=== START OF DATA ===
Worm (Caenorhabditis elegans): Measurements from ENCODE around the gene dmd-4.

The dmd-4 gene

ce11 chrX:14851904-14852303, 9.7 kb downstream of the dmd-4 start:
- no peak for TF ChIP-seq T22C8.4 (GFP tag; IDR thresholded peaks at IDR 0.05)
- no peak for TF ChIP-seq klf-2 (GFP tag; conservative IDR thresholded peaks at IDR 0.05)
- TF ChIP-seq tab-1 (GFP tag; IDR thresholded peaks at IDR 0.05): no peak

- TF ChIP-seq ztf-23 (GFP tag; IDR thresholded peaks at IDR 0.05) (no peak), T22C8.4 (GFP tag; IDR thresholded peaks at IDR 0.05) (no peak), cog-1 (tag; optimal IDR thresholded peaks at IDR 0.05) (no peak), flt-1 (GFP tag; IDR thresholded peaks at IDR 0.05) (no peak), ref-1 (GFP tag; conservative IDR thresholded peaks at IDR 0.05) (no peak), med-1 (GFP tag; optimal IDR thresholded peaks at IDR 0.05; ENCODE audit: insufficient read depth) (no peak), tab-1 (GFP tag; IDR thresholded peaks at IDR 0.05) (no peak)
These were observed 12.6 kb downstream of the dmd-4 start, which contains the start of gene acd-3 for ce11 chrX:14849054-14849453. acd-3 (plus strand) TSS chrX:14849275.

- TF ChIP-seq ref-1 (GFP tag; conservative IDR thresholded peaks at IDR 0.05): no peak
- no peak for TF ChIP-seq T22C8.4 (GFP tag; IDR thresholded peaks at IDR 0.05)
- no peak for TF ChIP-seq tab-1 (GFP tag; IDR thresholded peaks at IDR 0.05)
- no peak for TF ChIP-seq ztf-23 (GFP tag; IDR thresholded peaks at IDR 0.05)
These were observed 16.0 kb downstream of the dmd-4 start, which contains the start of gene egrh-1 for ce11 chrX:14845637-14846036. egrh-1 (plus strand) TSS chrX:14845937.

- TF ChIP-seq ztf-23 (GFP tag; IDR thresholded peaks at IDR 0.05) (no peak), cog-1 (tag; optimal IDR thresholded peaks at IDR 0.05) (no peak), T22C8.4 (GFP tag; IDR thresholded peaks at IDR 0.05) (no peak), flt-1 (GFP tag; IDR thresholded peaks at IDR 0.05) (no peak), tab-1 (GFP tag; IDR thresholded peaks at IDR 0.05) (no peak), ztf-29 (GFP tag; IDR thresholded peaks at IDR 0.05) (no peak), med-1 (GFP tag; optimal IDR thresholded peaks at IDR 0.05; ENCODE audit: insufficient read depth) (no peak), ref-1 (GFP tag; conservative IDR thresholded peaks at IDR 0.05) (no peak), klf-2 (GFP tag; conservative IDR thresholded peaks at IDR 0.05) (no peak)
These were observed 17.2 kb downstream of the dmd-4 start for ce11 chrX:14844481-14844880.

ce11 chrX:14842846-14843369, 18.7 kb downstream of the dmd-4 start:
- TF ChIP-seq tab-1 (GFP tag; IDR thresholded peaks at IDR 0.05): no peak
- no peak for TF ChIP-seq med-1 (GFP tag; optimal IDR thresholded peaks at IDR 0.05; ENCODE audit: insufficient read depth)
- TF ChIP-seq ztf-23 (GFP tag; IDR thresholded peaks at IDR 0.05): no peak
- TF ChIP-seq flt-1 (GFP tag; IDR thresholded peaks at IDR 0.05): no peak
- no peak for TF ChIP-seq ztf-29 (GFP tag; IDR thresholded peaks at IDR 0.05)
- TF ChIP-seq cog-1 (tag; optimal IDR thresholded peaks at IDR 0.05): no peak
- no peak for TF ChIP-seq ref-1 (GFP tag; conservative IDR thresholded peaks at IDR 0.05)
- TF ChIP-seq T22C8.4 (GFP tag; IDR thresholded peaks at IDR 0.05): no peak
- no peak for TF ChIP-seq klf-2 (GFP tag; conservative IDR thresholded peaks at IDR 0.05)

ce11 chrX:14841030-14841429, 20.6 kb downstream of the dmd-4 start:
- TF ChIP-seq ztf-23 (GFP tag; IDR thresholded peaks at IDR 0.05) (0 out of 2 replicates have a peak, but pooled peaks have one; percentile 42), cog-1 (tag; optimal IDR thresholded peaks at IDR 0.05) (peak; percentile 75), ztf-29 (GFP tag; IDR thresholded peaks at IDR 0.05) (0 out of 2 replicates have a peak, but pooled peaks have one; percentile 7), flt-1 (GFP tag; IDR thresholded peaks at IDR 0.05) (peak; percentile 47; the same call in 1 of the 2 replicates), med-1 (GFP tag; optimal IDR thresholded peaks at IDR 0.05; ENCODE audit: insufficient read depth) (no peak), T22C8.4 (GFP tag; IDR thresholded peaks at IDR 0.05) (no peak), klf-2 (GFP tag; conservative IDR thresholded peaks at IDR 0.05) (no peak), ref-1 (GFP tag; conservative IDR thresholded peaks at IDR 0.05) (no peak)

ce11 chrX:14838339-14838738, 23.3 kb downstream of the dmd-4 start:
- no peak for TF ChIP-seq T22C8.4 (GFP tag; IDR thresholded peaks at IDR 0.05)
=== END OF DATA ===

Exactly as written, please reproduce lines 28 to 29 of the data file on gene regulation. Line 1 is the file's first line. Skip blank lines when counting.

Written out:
ce11 chrX:14838339-14838738, 23.3 kb downstream of the dmd-4 start:
- no peak for TF ChIP-seq T22C8.4 (GFP tag; IDR thresholded peaks at IDR 0.05)